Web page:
When you get done, that wrench will look like it was chrome plated. For some reason, highly-polished steel resists rust surprisingly well.
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Don, my motor is 1 HP, 3450 RPM. This is completely sufficient for my 8" wire wheel.
I looked at sisal wheels at McMaster, and they are all rated at 3,000 RPM at most. So I do not think that I could use a sisal wheel. For now, I put their item 4832A16 into my cart, which is a 8x1x1/2" (8" diameter, 1" wide, 1/2 ID) heavy cotton wheel.

OK, that makes sense. I have never done any buffing before. If you apply abrasive paste to the wheel, would it not be thrown off due to centrifugal forces?
Do you use a separate wheel for every grit?
What sequence of grit sizes would you use?
i
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Ignoramus13999 wrote:

Yup. If you do any amount of the stuff, you won't be allowed into the house, until you have bathed under the hose.
Wear a decent respirator/filter.

Should. Really only matters if you are going to use a wide range of grits. Once the coarse grit is into the wheel, there is always the possibility of it still being there when you want or need the fine grit. Picture s heet of 600 grit sandpaper, with a couple 100 grit grains embedded....

Depends on the material and the degree of material removal required.
Emery is a good start. Check the recommendations in the catalog, or on the package.
Cheers Trevor Jones
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It's got a sticky binder to help it cling, and there's never all that much on there - in fact, trying to apply too much is a typical begnner error - just a bit, and renew a bit when needed.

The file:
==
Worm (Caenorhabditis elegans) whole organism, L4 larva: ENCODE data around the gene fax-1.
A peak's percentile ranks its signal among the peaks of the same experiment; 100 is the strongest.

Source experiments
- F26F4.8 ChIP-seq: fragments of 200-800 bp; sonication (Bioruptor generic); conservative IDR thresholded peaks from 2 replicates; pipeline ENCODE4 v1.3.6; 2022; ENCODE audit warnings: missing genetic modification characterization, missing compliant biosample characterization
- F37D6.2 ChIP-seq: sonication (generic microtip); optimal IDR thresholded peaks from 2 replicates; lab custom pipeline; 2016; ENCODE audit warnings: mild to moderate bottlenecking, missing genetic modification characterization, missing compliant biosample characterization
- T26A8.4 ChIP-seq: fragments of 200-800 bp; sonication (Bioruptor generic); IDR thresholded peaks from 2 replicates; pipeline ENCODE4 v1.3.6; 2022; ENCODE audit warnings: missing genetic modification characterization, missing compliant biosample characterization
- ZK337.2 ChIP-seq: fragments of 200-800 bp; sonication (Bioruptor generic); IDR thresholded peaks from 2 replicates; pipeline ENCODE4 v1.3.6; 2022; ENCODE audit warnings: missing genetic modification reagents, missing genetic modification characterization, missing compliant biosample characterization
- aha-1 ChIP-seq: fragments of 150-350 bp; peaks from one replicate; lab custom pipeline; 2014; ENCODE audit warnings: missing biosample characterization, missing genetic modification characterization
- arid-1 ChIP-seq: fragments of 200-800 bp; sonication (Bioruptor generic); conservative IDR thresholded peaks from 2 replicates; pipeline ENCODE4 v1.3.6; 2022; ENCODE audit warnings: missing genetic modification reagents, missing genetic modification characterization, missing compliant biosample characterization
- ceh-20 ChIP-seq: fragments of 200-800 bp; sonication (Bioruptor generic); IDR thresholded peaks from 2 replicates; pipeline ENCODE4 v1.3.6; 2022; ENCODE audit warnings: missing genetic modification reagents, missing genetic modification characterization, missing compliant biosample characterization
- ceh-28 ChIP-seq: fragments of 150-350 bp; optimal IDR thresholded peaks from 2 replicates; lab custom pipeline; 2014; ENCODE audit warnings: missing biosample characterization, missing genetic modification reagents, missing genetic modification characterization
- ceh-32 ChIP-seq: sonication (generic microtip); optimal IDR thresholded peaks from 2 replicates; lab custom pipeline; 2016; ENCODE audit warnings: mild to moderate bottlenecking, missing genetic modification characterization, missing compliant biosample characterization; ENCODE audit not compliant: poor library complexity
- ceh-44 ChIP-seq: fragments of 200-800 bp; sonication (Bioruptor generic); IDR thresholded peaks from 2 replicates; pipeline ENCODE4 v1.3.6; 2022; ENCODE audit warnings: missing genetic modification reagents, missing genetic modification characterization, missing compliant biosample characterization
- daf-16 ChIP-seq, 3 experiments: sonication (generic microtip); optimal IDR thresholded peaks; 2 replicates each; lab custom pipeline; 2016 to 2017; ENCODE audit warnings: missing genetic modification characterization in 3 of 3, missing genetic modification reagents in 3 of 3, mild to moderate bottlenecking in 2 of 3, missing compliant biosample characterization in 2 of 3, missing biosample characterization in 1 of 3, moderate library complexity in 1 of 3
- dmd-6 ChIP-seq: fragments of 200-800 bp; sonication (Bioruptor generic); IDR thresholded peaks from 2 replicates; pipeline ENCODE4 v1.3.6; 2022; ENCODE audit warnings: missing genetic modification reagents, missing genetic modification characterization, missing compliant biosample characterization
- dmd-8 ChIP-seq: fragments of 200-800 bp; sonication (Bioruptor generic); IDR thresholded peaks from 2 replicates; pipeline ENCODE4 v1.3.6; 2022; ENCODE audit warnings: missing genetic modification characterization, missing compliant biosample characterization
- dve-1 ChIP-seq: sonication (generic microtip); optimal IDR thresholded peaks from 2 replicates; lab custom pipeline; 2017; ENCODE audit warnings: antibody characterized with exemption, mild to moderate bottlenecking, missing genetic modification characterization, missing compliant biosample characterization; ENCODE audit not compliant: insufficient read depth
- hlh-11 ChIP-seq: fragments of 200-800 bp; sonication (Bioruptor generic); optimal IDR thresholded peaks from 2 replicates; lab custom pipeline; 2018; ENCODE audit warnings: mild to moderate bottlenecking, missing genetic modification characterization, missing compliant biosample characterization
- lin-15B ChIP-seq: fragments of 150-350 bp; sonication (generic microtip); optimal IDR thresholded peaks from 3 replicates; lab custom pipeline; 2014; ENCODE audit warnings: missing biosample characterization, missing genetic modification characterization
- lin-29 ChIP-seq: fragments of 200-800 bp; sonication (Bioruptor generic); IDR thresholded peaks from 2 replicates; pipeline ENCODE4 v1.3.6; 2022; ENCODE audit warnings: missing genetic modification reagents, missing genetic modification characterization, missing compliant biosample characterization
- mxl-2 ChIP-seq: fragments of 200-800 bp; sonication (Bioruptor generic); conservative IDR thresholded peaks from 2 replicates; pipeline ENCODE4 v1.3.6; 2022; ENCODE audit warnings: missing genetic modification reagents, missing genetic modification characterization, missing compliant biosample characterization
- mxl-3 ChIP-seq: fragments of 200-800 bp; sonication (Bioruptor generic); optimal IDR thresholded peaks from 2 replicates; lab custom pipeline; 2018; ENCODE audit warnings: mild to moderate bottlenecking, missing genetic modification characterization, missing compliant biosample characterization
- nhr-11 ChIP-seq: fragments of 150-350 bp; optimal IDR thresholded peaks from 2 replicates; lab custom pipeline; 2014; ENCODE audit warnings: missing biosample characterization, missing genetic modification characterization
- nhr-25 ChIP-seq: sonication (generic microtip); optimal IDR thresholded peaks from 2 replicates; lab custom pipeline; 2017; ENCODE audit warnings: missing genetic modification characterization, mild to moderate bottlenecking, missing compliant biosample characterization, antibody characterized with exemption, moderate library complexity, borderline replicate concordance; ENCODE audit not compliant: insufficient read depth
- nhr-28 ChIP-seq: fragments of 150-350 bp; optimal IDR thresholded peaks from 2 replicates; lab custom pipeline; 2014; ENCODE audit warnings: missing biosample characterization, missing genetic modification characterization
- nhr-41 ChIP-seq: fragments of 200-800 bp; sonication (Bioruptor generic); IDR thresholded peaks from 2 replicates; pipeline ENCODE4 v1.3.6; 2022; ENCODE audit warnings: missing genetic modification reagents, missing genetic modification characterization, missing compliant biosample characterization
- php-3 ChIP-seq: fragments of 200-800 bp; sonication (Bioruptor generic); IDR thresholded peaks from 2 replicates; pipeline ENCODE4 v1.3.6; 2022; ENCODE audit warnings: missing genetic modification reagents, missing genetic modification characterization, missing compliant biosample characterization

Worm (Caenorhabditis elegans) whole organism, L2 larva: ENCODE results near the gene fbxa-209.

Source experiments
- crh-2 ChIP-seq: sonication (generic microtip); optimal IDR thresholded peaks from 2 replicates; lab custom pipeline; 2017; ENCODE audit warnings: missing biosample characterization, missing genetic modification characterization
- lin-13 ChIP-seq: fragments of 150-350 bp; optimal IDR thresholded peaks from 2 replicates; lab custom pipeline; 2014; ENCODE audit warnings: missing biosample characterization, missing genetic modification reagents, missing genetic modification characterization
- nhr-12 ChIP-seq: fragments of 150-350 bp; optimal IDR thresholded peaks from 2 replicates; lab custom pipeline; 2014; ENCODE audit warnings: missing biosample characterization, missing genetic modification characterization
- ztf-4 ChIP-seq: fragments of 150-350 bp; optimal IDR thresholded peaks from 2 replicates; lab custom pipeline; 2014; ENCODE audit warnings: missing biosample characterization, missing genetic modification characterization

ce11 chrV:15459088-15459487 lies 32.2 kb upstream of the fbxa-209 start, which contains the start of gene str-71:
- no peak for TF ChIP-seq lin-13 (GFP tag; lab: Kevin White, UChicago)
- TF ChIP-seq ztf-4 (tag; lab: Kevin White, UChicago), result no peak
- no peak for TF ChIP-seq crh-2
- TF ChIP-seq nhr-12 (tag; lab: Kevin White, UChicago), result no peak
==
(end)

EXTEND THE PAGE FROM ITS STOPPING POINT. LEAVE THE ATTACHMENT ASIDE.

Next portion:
You have to, the wheel becomes a "whatever the coarsest crap that's been put on it" wheel as soon as it's put into use. Not having set up a multi-wheel arrnagement yet, I store the buffs and the bar of abrasive in a ziplock - one ziplock for each type/grit. Also, you often want a softer wheel to go with a finer compound.

Just go read this, it will save all of us time:
http://www.caswellplating.com/buffs/index.html
and particularly:
http://www.caswellplating.com/buffs/buffing.htm
Which would appear to suggest "black/white/blue" for your purposes, from their selection. Blue might well be overkill for a wrench. Any of it might actually degrade the usefulness of the tool - a somewhat pitted old wrench is less likely to slip out of your sweaty/greasy hand when you are applying it to something with force than a mirror-polished wall-hanger.
--
Cats, coffee, chocolate...vices to live by

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Great.
This one is even better:
http://www.caswellplating.com/buffs/buffman.htm
It answered, more or less, all my questions.

I agree. I have ordered some wheels and sticks and will experiment. I think that they will have usefulness beyond this wrench polishing exercise, as I could improve appearance of many things that pass through my hands.
I use the wire wheel many times per week.
i
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On Mon, 21 Jan 2008 11:32:35 -0600, Ignoramus13999

Sisal wheel is the right tool whether or not McMaster can provide. I don't pull my suggestions outta me arse, Ig. I've described what I use, works for me, YMMV. I get my wheels and compounds from Caswell.